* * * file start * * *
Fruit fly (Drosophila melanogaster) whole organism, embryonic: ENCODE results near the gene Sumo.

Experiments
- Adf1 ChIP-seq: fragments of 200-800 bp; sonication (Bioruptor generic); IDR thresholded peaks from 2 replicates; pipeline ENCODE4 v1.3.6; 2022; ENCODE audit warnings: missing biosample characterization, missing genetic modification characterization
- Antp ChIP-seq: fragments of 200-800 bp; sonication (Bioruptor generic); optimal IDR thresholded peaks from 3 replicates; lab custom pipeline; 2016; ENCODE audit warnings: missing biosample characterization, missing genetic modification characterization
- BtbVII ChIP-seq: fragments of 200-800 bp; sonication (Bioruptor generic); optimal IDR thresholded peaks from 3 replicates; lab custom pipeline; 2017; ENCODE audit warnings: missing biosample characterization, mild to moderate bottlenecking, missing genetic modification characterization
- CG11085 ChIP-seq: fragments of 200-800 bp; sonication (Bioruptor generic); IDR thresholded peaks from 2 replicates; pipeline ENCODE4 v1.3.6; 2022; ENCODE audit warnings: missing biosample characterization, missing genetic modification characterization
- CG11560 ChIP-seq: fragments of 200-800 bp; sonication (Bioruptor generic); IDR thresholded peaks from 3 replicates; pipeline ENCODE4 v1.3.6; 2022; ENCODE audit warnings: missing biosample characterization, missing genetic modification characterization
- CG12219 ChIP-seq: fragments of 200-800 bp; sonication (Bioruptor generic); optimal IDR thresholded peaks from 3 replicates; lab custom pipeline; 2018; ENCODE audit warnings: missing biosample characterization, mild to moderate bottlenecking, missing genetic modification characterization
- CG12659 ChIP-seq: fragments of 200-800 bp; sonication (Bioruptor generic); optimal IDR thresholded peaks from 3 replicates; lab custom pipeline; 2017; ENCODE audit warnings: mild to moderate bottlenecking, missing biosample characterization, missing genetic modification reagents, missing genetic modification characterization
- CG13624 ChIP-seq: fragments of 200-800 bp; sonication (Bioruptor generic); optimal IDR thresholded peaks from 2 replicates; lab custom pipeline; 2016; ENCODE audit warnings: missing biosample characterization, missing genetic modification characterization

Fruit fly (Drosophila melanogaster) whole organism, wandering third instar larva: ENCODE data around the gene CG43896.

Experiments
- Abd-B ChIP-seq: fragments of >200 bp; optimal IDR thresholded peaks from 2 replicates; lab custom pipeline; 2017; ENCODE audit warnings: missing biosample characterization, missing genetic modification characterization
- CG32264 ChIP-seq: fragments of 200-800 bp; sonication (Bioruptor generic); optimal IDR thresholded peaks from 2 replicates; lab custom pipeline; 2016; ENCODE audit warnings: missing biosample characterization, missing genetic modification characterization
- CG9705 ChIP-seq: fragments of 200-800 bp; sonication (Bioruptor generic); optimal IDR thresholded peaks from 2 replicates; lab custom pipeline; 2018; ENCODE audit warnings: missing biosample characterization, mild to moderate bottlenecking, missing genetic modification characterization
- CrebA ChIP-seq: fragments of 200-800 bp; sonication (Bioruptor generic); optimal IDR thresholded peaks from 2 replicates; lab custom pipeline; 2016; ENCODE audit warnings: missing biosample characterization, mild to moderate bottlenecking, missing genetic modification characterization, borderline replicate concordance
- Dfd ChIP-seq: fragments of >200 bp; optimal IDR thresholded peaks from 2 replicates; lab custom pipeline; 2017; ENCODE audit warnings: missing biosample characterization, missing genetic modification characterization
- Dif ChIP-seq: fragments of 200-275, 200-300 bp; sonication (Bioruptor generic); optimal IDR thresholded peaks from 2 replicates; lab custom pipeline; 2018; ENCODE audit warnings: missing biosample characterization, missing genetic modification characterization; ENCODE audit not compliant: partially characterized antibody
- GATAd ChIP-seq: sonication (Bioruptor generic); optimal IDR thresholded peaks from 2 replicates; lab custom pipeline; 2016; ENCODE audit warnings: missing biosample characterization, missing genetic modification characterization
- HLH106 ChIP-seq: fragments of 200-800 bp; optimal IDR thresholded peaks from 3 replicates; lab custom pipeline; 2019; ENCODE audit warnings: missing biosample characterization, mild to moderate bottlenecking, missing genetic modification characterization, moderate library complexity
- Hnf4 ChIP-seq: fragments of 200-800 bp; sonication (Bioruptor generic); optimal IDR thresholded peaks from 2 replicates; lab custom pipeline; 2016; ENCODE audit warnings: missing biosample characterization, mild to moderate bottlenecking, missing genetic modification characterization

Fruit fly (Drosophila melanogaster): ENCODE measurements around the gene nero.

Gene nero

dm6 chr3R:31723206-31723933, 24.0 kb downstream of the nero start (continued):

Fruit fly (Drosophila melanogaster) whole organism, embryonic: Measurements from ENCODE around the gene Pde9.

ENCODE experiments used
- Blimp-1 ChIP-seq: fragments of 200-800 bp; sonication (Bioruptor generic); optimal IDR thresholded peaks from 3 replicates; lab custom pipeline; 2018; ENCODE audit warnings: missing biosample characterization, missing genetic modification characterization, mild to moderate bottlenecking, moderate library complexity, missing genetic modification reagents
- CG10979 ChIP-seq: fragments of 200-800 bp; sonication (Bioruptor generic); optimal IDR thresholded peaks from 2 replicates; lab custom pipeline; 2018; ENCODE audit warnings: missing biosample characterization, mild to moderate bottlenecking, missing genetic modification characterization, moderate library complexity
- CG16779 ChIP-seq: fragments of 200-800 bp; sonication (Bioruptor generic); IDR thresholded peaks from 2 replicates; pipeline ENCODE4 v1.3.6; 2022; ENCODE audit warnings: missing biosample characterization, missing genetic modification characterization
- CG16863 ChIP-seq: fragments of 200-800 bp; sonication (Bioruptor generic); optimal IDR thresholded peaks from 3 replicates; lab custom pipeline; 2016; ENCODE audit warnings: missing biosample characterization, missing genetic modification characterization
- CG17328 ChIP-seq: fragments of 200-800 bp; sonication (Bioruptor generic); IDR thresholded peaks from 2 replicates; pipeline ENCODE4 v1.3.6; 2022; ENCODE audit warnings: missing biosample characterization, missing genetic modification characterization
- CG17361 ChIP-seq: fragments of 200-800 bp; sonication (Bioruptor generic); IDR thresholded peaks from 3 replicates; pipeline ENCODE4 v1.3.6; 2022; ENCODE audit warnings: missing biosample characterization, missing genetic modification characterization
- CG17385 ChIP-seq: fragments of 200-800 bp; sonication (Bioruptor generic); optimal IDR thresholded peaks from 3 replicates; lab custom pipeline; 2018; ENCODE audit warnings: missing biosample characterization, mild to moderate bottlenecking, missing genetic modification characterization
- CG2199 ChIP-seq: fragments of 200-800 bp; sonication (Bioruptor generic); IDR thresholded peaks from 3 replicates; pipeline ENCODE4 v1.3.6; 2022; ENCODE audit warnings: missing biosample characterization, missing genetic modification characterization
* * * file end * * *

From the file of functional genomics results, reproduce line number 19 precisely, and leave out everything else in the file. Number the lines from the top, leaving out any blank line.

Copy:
- GATAd ChIP-seq: sonication (Bioruptor generic); optimal IDR thresholded peaks from 2 replicates; lab custom pipeline; 2016; ENCODE audit warnings: missing biosample characterization, missing genetic modification characterization